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20 September 2019 : Case report  USA

Diffuse Exfoliative Rash with Sepsis and Eosinophilia: A Case of Erythroderma?

Unusual clinical course, Challenging differential diagnosis, Management of emergency care, Adverse events of drug therapy

Jake Cho12ABDEF*, Selsabeel A. Elyaman12EF, Stephen A. Avera12BCDEF, Kenneth Iyamu13CDE

DOI: 10.12659/AJCR.917427

Am J Case Rep 2019; 20:1387-1393

Abstract

BACKGROUND: Erythroderma is an exfoliative dermatitis that manifests as generalized erythema and scaling that involves 90% of the body surface. If untreated, erythroderma can be fatal because of its metabolic burden and risk of secondary infections.

CASE REPORT: The patient was a 56-year-old male with prior rash attributed to group A Streptococcal cellulitis and discharged on Augmentin, Clindamycin with hydrocortisone cream, and Bactrim, but he had been noncompliant. He was admitted again for rash involving the face, torso, and extremities characterized by diffuse, desquamative, dry scales in morbilliform pattern. The patient was septic with Staphylococcus aureus bacteremia and compromised skin barrier. He was started on vancomycin and switched to Cefazolin IV due to concern for drug reaction. Autoimmune workup included antibodies for anti-Jo-1, anti-dsDNA, anti-centromere, and ANCA. However, only antinuclear antibody and scleroderma antibody were positive. Given the unclear workup results and lack of response to antibiotics, the patient was started on prednisone 60 mg PO and topical Triamcinolone 0.1% cream. A skin biopsy revealed psoriasiform hyperplasia with atypical T cell infiltrate and eosinophils, but negative for T cell gene rearrangement. The rash resolved after day 12 of application of topical Triamcinolone.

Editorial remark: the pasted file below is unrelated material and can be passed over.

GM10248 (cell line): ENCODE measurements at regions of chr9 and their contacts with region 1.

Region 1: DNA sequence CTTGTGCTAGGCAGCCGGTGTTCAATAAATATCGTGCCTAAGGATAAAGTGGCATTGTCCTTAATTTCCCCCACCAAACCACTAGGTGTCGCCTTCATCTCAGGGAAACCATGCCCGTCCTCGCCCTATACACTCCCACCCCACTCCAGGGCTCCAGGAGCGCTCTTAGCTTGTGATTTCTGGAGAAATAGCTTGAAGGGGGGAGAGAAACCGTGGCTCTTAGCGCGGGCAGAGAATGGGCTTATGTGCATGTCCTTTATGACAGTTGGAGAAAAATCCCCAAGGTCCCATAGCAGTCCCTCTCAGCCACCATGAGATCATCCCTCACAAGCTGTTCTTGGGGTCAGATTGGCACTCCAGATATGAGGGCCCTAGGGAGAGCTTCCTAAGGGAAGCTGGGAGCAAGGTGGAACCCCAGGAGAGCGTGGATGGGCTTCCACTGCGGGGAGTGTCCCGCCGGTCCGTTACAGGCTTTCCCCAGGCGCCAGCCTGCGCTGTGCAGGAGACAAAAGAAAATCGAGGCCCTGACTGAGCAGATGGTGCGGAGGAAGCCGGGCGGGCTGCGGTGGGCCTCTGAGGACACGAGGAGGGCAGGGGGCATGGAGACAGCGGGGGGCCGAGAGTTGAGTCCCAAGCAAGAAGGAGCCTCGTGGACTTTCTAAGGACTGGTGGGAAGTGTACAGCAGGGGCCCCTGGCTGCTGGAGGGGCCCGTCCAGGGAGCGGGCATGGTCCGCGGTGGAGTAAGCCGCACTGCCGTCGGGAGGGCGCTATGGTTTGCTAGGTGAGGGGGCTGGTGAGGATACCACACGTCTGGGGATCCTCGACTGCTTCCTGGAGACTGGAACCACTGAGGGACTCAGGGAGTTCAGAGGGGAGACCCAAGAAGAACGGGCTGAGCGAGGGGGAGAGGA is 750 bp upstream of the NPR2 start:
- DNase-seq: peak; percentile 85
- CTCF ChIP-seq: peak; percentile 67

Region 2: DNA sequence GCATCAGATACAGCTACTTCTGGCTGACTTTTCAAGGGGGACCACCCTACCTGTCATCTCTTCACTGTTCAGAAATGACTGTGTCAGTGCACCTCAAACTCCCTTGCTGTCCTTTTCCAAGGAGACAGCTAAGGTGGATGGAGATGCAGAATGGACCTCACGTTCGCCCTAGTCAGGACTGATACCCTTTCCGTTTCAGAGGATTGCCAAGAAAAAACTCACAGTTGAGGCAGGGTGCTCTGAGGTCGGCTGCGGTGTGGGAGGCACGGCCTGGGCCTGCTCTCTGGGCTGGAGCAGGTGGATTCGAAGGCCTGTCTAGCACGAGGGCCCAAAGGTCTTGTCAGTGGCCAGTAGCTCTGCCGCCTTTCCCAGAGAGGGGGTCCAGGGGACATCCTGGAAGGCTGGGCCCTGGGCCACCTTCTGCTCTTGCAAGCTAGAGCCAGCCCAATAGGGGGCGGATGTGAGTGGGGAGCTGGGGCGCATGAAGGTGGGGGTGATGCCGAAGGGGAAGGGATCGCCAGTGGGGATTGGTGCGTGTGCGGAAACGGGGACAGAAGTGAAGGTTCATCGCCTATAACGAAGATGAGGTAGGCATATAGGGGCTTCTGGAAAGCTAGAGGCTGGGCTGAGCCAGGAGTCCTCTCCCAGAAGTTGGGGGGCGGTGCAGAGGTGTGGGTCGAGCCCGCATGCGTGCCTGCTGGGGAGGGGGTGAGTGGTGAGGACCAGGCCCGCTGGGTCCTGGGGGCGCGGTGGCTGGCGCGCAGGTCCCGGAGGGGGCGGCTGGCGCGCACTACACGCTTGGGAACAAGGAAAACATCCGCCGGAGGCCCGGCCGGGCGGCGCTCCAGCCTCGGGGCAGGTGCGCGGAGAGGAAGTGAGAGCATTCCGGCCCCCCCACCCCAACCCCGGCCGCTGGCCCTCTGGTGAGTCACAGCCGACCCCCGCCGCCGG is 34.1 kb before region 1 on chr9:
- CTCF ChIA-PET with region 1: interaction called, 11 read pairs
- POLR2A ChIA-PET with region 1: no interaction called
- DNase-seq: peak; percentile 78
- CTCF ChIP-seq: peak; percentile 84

CONCLUSIONS: This case is unique in terms of the rarity of erythroderma and the diagnostic challenge given confounding factors such as noncompliance and drug reaction. Serious causes, such as SLE and cutaneous T cell lymphoma, were ruled out. Fortunately, the rash responded well to steroids; however, given the adverse effects of long-term use of topical steroids, the patient will need follow up with Dermatology.

Keywords: Dermatitis, Atopic, Dermatitis, Exfoliative, Exanthema, Lymphoma, T-Cell, Cutaneous, Sepsis, Triamcinolone, Administration, Topical, Cellulitis, Eosinophilia, Glucocorticoids, medication adherence, Staphylococcal Infections, Streptococcal Infections, Streptococcus pyogenes

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American Journal of Case Reports eISSN: 1941-5923
American Journal of Case Reports eISSN: 1941-5923